Anti-poverty advocates are urging the governor to sign legislation that would help people facing foreclosure hang on to their homes and otherwise build community wealth. (Photo by New Jersey Monitor)
Anti-poverty advocates are urging the governor to sign legislation that would help people facing foreclosure hang on to their homes and otherwise build community wealth.
Legislators passed a bill to create what’s called the Community Wealth Preservation Program in June, but Gov. Phil Murphy has yet to sign it. About 100 affordable housing advocates signed a letter they sent Murphy last month, urging him to approve it.
“Every single day that goes by without the protections offered by this legislation is a day that families and communities lose the ability to protect the single greatest mechanism for building wealth and achieving the American Dream,” the letter states.
The program would give families and community organizations the first shot at buying foreclosed properties at sheriff sales, ensuring the properties remain locally owned. It would also allow nonprofits to buy foreclosed properties to preserve affordable housing and create incentives for people to buy abandoned homes and live there, instead of investors flipping them for profit.
New Jersey has one of the highest foreclosure rates in the nation.
While state officials forbade evictions for homeowners facing foreclosure during the pandemic, that moratorium ended in mid-November. Since then, foreclosures have crept up steadily, with nearly 2,400 reported statewide in the first two quarters of this year.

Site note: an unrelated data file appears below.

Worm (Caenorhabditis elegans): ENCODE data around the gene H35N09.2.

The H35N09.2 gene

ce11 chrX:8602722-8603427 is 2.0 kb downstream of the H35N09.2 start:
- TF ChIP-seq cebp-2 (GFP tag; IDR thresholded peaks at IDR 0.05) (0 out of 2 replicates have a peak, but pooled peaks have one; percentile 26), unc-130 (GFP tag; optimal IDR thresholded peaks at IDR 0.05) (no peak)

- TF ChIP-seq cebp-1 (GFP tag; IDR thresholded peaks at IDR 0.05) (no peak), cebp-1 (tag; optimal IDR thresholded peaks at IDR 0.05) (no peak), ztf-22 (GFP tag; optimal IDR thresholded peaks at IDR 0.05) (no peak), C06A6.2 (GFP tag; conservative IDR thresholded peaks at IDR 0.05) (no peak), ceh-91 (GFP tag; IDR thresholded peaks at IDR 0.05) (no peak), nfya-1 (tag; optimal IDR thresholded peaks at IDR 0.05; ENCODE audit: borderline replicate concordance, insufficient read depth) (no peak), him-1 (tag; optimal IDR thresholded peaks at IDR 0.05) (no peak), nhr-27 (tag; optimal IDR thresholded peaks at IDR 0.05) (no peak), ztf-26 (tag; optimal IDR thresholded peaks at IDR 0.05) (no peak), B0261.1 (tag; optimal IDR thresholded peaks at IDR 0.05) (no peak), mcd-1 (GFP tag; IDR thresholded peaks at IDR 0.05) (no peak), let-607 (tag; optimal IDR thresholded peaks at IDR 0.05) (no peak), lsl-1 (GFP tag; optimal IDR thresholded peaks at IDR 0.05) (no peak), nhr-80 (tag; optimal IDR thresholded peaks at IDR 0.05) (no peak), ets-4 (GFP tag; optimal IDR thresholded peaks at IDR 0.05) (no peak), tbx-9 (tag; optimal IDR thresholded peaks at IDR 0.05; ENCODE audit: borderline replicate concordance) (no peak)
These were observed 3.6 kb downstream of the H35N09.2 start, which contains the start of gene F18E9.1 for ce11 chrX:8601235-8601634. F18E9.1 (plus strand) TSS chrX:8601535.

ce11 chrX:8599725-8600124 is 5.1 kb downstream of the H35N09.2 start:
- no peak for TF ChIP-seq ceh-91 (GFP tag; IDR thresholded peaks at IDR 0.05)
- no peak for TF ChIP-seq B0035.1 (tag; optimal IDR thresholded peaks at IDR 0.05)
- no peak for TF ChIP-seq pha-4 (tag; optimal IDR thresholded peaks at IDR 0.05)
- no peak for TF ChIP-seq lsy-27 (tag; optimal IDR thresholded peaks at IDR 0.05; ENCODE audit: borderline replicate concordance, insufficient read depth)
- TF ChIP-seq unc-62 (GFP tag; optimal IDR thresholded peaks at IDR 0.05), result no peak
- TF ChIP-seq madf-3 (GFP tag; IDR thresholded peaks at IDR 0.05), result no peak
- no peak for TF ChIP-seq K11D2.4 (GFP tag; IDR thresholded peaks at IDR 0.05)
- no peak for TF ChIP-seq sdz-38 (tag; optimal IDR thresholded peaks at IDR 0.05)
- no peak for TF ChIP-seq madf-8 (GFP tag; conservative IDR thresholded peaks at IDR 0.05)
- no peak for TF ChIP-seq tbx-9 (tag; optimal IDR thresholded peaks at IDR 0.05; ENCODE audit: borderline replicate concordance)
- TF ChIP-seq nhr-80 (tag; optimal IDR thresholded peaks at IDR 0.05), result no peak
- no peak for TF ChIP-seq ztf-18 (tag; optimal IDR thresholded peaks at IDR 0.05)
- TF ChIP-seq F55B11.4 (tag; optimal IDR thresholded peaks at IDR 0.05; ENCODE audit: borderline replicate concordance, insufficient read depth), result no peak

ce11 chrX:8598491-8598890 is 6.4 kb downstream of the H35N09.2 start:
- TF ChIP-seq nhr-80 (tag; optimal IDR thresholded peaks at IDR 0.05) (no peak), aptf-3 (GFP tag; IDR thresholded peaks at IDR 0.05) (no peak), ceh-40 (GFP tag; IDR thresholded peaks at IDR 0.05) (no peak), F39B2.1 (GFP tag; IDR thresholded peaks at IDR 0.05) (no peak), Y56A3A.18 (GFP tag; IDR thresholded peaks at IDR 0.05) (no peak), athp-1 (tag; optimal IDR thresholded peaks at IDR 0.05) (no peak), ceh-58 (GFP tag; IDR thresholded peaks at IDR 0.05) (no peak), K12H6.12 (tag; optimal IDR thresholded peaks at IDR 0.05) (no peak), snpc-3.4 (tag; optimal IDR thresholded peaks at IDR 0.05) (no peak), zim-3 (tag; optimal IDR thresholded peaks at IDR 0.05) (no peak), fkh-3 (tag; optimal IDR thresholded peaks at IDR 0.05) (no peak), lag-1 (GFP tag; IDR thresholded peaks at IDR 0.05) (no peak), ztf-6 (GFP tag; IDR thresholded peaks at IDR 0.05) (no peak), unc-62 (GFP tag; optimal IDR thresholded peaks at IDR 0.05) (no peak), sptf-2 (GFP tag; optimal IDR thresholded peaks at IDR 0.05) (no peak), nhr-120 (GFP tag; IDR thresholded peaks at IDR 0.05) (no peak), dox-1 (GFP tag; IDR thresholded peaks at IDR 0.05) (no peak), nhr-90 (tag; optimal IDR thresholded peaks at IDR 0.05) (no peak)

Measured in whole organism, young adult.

At the same time, New Jersey has one of the worst racial wealth gaps in the nation.
Investors snapping up foreclosed homes — often in communities of color — have helped widen that gap, research shows. In May, Rutgers University researchers found corporate investors bought almost half of homes sold in Newark, contributing to “rapidly rising rents, decreased homeownership, higher barriers to affordable housing production goals, renter displacement, and less stable communities.”
“Sadly, this reality continues a long pattern of economic threats to predominantly Black and increasingly Latino neighborhoods in a state whose communities are among the most segregated in the country,” the researchers wrote.
Homeownership is the biggest wealth-generating tool, said Staci Berger, who heads the Housing and Community Development Network of New Jersey. The group signed the letter to Murphy.
“Families that own their homes have the assets to create and expand businesses, send their children to college, or build a nest egg for a secure retirement,” Berger said.
Matthew Hersh, the group’s director of policy and advocacy, said the Community Wealth Preservation Program would help families grow generational wealth.
“This is a really important bill that can not only allow families to keep these assets in the community, but in the event that that doesn’t happen, it can provide an opportunity for organizations like Habitat for Humanity to acquire the properties and then sell them as affordable housing to eligible families,” Hersh said.
Alyana Alfaro, a Murphy spokeswoman, declined to comment.
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